The official Edzell Castle souvenir guide on sale in the gift shop contains a drawing of Edzell Castle from around 1825 by the artist James Paterson.

White Lady Ghost Edzell Castle

The white lady ghost of Edzell Castle has been sighted moving from The Lindsay Burial Aisle to the Castle. The white lady ghost was said to have been buried by error whilst alive. A villain went to rob her of the rings she was buried with and after digging her up he cut into her fingers to remove her rings. This drew fresh blood and the pain woke her up from her deep death like sleep. The thief ran off in fright and the woman made her way back to Castle Edzell. This was in winter and she hammered on the door of the Castle but no-on would help her or let her in because they thought she was an unquiet dead or spirit. She perished in the cold and her body was found the next morning and she was properly buried. Her phantom is said to walk between her grave and Castle Edzell trying to regain access to her former home. Aboutaberdeen does not know the identity of the white lady ghost of Edzell Castle.

Old Grave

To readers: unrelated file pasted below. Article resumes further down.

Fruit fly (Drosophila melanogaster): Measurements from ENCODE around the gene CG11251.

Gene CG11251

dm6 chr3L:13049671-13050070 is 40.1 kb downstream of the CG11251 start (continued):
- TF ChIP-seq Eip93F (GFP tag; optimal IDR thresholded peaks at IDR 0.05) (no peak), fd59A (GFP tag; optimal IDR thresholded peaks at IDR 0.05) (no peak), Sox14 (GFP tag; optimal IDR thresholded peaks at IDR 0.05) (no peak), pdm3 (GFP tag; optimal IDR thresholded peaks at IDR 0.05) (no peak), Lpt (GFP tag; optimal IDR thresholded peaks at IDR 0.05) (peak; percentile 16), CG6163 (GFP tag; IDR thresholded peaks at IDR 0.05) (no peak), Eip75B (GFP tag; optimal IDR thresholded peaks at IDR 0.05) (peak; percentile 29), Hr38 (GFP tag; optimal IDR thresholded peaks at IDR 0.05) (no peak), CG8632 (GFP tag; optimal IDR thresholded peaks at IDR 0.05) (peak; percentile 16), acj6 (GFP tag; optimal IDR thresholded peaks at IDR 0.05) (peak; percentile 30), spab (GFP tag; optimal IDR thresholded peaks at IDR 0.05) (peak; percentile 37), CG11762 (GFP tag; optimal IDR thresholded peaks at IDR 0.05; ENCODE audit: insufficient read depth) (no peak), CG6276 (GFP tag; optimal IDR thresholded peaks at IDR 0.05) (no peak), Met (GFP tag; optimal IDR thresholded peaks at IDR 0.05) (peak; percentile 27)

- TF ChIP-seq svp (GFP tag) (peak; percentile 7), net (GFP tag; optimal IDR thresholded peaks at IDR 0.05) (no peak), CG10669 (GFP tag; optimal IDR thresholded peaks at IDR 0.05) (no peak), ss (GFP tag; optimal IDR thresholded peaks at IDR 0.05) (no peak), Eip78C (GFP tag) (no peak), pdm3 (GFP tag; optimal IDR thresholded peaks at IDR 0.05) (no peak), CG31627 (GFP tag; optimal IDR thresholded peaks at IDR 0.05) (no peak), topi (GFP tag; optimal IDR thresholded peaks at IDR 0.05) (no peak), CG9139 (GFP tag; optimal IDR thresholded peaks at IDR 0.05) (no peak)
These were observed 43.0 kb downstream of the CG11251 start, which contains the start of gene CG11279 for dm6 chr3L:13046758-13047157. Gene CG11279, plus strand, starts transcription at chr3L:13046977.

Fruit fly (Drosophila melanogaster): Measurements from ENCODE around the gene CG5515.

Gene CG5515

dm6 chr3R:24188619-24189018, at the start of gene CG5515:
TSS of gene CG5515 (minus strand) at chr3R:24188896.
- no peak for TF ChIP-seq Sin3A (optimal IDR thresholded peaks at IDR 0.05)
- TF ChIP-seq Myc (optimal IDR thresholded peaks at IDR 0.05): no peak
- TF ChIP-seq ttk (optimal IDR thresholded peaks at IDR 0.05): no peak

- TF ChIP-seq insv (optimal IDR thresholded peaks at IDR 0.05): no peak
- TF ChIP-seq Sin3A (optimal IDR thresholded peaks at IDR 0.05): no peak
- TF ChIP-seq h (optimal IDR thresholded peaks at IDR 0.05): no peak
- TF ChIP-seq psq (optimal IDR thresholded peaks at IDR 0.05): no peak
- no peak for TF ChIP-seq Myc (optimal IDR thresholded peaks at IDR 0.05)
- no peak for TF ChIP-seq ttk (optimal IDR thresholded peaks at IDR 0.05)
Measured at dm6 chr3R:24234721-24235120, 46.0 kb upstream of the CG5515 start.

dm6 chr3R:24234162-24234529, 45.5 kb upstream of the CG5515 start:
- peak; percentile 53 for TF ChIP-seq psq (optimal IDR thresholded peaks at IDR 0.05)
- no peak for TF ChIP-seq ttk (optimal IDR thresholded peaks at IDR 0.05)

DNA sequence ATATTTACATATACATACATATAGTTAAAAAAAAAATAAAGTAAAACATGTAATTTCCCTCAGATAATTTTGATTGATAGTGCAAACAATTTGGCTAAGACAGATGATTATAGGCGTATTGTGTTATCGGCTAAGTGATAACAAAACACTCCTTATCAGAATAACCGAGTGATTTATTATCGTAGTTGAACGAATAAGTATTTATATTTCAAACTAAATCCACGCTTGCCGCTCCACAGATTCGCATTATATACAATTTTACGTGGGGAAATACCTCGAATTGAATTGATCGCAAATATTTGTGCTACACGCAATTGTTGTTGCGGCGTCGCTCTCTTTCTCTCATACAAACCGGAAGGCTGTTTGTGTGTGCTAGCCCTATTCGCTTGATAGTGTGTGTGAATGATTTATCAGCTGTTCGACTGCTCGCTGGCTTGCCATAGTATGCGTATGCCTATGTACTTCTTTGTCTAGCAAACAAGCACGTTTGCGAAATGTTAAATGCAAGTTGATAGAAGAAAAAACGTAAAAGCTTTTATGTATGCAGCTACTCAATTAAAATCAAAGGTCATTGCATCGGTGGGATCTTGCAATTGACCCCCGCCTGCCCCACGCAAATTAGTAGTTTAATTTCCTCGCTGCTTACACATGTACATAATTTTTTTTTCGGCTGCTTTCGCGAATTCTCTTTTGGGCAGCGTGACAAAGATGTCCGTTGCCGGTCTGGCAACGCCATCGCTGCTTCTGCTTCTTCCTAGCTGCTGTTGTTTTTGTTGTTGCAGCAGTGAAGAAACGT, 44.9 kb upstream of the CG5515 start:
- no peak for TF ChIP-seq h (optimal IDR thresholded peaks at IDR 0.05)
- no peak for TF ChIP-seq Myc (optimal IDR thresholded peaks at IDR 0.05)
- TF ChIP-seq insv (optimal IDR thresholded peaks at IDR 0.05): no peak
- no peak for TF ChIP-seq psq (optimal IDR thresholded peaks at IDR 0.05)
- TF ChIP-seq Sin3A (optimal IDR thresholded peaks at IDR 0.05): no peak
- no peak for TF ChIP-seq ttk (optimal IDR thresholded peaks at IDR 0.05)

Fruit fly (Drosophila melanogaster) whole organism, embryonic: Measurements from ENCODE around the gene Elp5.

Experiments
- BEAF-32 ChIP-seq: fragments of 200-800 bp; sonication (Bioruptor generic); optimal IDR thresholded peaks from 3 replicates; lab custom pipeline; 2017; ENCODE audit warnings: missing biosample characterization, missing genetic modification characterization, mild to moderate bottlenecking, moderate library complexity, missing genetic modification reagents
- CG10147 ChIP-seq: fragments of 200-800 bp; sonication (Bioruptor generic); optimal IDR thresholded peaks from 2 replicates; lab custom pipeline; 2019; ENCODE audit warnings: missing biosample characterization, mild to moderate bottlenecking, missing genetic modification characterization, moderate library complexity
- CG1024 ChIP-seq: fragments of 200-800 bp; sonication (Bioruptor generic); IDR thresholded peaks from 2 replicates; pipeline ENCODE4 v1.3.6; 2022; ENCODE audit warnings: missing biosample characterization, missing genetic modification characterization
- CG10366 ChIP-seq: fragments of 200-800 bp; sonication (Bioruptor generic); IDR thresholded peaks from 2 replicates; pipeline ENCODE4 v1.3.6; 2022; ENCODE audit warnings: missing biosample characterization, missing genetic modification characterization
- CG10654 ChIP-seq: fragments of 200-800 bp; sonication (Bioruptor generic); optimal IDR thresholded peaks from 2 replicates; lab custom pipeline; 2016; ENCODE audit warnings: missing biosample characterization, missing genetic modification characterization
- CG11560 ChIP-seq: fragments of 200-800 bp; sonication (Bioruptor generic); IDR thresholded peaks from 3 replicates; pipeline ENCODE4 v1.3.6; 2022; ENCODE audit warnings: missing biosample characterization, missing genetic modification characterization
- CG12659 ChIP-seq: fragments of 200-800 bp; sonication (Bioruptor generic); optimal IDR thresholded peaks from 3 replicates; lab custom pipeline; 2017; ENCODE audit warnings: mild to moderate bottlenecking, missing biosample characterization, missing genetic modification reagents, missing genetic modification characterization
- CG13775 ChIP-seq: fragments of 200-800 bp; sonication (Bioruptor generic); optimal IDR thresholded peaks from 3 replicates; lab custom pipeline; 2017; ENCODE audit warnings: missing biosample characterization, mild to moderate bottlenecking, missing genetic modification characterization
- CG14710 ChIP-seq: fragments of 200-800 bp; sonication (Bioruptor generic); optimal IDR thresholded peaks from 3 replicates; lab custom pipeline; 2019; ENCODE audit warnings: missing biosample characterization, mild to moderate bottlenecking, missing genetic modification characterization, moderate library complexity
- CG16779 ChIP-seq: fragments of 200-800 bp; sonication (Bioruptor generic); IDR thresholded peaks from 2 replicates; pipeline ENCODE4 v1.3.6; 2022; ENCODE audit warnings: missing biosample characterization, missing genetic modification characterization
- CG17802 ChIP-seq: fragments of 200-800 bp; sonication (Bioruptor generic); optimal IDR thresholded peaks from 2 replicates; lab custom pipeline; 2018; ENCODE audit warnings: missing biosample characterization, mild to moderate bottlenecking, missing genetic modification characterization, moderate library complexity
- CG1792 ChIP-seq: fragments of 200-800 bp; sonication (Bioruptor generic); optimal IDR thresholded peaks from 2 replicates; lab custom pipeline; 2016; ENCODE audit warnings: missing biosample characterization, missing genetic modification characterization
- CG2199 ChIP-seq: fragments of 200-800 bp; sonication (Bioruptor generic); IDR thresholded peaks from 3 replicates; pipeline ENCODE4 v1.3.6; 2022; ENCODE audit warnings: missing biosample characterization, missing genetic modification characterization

Lindsay Burial Site

The Lindsay Burial Site is located on the right hand side as you exit the Castle drive. It is about 300 metres away and there is free parking outside. It is found in the older part of the graveyard. This medieval parish church was dedicated to Saint Laurence and the remaining part, the Lindsay Burial Aisle was the burial place for the Lindsay family dating back to about 1550. Existing features include a basin for the ritual cleansing of vessels used in the mass, called the piscina. The original church was demolished in 1818 and a new Kirk sited in Edzell.

Medieval Church

Opening Hours

During the summer Edzell Castle opens from March to the end of September seven days a week from 9:30am to 5:30pm. During October Edzell Castle closes at 4:30pm. During the winter it closes. Admission ticket prices and opening dates can be found at the Historic Scotland website

Edzell Castle Ruins